syllabus

Imagine if the key-word in the Leaving Cert Physics syllabus was ‘wonder’

This is an image, courtesy of Wordle.net, of the current Leaving Certificate Physics syllabus. Wordle is a program that gives the most common words the largest font size:

This is a similar image of the proposed new syllabus.

Notice the new focus on the words ‘learners’ and ‘learning’.

Imagine if a syllabus had as its most common words the following:

Engage

Passion

Awe

Curiousity

Inspire

Un-nerve

Emotion

Story

Creativity

Wonder

If any of this was a priority then chances are that Particle Physics wouldn’t have been removed (and with it Pair Annihilation, Anti-matter, Neutrinos, Fundamental Forces, etc.).

Chances are that Cosmology would also feature strongly in the new syllabus (Black Holes, Quasars, Pulsars, Big Bang, Neutrinos (again), Dark Matter, Alien Life, etc. etc.). It doesn’t.

Maybe it’s just me.

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Please put SPACE on our Science syllabus

science.ie is currently hosting a survey of readers to find out what they consider to be the greatest mystery in Science. The leader by quite some way is “How did the universe begin?”

The theme for this year’s Science Week is “Our place in space“, and no doubt thousands of students will spend an hour or two attending special lectures which highlight this wonderful concept.

Then we all go back to our classrooms and never again hear about space, never mind the Big Bang.

If we want to grab students and hold onto them then while ScienceWeek is a nice resource, it is certainly not the answer. Why are we not telling students about the Big Bang, Quasars, Neutron Stars, Pulsars, Black Holes and all manner of other exotic phenomena as part of their science education? Because it’s not on either the Junior Science or Leaving Cert Physics syllabus (although the Big Bang does make an appearance in the Leaving Cert Religion syllabus).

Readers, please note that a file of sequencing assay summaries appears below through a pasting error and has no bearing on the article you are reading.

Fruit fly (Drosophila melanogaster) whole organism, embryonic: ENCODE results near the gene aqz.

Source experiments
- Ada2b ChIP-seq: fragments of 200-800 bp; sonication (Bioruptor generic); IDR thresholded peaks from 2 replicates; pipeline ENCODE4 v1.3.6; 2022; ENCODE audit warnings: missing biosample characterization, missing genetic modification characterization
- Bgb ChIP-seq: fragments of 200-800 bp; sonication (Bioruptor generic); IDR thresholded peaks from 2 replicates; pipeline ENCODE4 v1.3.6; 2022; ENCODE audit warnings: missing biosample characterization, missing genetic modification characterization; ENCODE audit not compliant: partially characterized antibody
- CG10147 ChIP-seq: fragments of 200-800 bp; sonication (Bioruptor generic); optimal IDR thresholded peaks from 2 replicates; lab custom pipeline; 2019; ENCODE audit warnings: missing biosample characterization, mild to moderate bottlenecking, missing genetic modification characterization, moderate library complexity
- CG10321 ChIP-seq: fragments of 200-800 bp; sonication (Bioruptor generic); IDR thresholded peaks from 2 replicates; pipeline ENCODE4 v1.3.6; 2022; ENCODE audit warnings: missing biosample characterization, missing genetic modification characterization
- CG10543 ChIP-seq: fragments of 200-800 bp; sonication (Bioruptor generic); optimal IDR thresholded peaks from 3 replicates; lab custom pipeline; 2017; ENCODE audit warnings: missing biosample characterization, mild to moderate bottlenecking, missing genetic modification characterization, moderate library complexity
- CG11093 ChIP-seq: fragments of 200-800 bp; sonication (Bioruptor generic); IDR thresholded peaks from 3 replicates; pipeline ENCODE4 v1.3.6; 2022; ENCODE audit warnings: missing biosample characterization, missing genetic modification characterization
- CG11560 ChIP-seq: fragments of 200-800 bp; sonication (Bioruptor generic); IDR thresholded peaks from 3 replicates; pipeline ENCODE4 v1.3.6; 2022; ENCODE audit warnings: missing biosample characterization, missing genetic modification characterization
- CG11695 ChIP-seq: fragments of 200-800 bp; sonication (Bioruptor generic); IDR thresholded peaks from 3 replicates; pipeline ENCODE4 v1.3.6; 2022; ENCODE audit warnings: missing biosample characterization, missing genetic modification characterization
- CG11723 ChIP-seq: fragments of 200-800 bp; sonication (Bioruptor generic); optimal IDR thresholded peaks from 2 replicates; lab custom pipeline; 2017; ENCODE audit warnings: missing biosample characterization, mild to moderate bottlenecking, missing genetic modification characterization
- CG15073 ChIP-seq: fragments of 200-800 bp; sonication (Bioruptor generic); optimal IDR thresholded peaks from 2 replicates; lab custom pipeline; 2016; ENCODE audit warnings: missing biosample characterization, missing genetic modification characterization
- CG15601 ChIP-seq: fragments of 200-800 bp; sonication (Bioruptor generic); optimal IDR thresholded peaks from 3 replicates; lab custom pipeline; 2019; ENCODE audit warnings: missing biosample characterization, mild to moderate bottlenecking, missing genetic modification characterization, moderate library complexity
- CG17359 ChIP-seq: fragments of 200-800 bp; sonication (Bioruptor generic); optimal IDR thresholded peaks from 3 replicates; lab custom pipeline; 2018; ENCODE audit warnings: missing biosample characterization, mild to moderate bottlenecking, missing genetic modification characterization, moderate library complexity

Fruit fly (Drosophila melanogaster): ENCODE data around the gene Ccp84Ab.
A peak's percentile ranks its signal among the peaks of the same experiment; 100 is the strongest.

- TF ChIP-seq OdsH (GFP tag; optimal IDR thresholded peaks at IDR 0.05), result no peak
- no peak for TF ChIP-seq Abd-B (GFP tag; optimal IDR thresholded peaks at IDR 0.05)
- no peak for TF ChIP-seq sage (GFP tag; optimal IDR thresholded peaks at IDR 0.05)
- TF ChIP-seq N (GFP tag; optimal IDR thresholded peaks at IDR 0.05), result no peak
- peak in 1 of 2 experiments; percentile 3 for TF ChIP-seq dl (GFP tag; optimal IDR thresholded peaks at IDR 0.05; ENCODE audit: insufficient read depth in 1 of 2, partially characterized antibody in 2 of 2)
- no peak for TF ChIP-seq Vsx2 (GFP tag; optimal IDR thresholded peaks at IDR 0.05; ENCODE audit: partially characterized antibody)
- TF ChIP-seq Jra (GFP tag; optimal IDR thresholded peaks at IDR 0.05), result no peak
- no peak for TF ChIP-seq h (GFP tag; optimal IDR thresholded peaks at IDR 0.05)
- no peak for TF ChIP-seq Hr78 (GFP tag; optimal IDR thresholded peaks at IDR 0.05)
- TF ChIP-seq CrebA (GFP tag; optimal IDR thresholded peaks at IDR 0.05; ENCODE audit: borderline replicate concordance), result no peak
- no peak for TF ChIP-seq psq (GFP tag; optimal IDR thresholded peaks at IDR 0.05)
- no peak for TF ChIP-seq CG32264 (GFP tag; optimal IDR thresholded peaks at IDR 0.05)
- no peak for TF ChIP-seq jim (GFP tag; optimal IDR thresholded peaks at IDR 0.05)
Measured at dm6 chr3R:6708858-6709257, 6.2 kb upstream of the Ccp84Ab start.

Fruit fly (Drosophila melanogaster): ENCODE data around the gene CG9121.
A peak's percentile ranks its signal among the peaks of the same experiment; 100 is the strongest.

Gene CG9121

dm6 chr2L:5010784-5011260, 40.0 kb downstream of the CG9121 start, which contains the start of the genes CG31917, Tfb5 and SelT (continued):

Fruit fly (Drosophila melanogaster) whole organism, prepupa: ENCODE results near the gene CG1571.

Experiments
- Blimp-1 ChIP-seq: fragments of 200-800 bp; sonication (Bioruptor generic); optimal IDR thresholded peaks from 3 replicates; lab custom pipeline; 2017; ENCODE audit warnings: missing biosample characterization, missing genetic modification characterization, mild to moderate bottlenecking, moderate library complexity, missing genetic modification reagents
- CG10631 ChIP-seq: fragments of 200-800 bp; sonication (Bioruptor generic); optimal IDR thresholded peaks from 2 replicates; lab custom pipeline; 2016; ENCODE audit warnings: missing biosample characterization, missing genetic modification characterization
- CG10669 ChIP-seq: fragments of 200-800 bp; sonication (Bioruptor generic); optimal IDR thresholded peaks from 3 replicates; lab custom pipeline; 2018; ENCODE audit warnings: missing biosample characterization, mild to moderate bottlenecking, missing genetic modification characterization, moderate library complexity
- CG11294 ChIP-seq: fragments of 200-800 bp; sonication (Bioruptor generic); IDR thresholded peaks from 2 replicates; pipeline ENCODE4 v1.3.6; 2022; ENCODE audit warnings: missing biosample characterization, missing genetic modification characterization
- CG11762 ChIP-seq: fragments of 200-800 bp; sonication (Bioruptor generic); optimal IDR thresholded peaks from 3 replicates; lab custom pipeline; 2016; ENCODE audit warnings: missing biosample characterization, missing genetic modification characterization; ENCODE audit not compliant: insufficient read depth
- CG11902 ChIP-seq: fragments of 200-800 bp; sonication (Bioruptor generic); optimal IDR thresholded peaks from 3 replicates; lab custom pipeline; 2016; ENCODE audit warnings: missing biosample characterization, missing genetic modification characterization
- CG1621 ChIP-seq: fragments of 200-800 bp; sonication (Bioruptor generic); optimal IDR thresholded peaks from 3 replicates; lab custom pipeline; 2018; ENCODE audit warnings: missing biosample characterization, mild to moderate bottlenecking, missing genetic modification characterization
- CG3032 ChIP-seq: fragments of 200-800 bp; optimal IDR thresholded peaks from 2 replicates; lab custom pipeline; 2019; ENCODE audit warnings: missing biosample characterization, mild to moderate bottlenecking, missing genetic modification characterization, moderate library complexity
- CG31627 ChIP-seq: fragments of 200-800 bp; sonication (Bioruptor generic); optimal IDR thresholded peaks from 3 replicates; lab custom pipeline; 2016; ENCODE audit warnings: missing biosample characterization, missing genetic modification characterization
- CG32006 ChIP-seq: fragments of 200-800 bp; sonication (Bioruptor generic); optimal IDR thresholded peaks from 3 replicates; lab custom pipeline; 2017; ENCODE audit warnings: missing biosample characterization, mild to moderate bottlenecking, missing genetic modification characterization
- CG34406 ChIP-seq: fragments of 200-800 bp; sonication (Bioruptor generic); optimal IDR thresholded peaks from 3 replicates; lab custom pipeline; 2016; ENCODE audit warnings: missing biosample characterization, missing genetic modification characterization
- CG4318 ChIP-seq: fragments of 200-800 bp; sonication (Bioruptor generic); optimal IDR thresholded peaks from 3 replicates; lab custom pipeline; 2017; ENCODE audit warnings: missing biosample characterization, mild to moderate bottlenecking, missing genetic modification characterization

And it’s never going to be on these syllabi unless we kick up a fuss. For that to happen there would first need to be a recognition of the problem. Why can’t Chris Horn and all those other commentators from the business world take an hour or two to look at our syllabi and then ask themselves – ‘would I want to study this for either three or six years?’

I don’t know if other teachers feel the same because there is so little communication between us, but that bone of contention is for another day.

This is just to serve as advance notice – next time you hear an ‘expert’ on the national airwaves bemoaning the low numbers of students taking up Physics or Chemistry, listen our to see if there is any evidence to indicate that the speaker is actually familiar with either syllabus. And listen very carefully for the one word that never gets mentioned by these business folk: wonder.

Last-week-of-term activities

What do you do to entertain a class of sixth years who reckon they have earned the right to not work in their final week?
Today I introduced them to the intriguing character of Nikola Tesla

It seemed to go down well.

 

Tomorrow I’m hoping to try getting them to listen to a podcast; in this case it’s an RTE interview with Jocelyn Bell Burnell, an equally intruiging character but for a whole lot of different reasons. She discovered the Pulsar, a rotating neutron star, and should have received a Nobel prize for her work but instead it went to her supervisor. Instead of being bitter she is remarkable sanguine about the whole matter.

Oh, by the way, she’s Irish. So why is this not on the syllabus?

The proram is part of the Icons of Irish Science series, which was first broadcast in 2005, and is well worth listening to.

 

‘Story with Global Warming not on the syllabus?

The nice thing about Global Warming is that it that it may very well wipe us out as a species in the next couple of hundred years.
It is the single greatest catastrophe to hit human-kind EVER.

And in the grand scheme of things we couldn’t say we didn’t deserve it, or that we haven’t been warned.

Because it’s effects are not affecting us directly at this moment in time we just choose to bury our heads in the sand.
It’s like the story of the frog in the pot:
If you throw a frog into a pot of boiling water, it will jump out instantly.